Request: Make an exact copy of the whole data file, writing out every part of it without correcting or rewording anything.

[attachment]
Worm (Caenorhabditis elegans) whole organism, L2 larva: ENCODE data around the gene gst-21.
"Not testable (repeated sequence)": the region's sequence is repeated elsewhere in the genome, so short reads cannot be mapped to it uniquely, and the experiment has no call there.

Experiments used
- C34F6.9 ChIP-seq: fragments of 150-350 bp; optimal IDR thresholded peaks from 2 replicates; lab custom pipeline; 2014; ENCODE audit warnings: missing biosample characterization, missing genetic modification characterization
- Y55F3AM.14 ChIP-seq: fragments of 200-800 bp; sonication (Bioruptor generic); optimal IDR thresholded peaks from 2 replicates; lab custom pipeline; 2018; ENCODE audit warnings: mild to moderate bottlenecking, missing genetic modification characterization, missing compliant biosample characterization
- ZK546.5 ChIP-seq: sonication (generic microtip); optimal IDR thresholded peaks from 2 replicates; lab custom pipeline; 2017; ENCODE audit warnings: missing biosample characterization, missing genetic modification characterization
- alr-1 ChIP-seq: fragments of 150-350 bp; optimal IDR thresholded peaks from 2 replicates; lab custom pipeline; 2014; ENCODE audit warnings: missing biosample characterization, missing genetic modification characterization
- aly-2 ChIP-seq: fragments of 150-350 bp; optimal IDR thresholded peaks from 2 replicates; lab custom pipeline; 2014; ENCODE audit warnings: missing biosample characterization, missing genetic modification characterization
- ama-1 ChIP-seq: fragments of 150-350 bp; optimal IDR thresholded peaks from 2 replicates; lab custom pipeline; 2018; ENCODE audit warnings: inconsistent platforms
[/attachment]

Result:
Worm (Caenorhabditis elegans) whole organism, L2 larva: ENCODE data around the gene gst-21.
"Not testable (repeated sequence)": the region's sequence is repeated elsewhere in the genome, so short reads cannot be mapped to it uniquely, and the experiment has no call there.

Experiments used
- C34F6.9 ChIP-seq: fragments of 150-350 bp; optimal IDR thresholded peaks from 2 replicates; lab custom pipeline; 2014; ENCODE audit warnings: missing biosample characterization, missing genetic modification characterization
- Y55F3AM.14 ChIP-seq: fragments of 200-800 bp; sonication (Bioruptor generic); optimal IDR thresholded peaks from 2 replicates; lab custom pipeline; 2018; ENCODE audit warnings: mild to moderate bottlenecking, missing genetic modification characterization, missing compliant biosample characterization
- ZK546.5 ChIP-seq: sonication (generic microtip); optimal IDR thresholded peaks from 2 replicates; lab custom pipeline; 2017; ENCODE audit warnings: missing biosample characterization, missing genetic modification characterization
- alr-1 ChIP-seq: fragments of 150-350 bp; optimal IDR thresholded peaks from 2 replicates; lab custom pipeline; 2014; ENCODE audit warnings: missing biosample characterization, missing genetic modification characterization
- aly-2 ChIP-seq: fragments of 150-350 bp; optimal IDR thresholded peaks from 2 replicates; lab custom pipeline; 2014; ENCODE audit warnings: missing biosample characterization, missing genetic modification characterization
- ama-1 ChIP-seq: fragments of 150-350 bp; optimal IDR thresholded peaks from 2 replicates; lab custom pipeline; 2018; ENCODE audit warnings: inconsistent platforms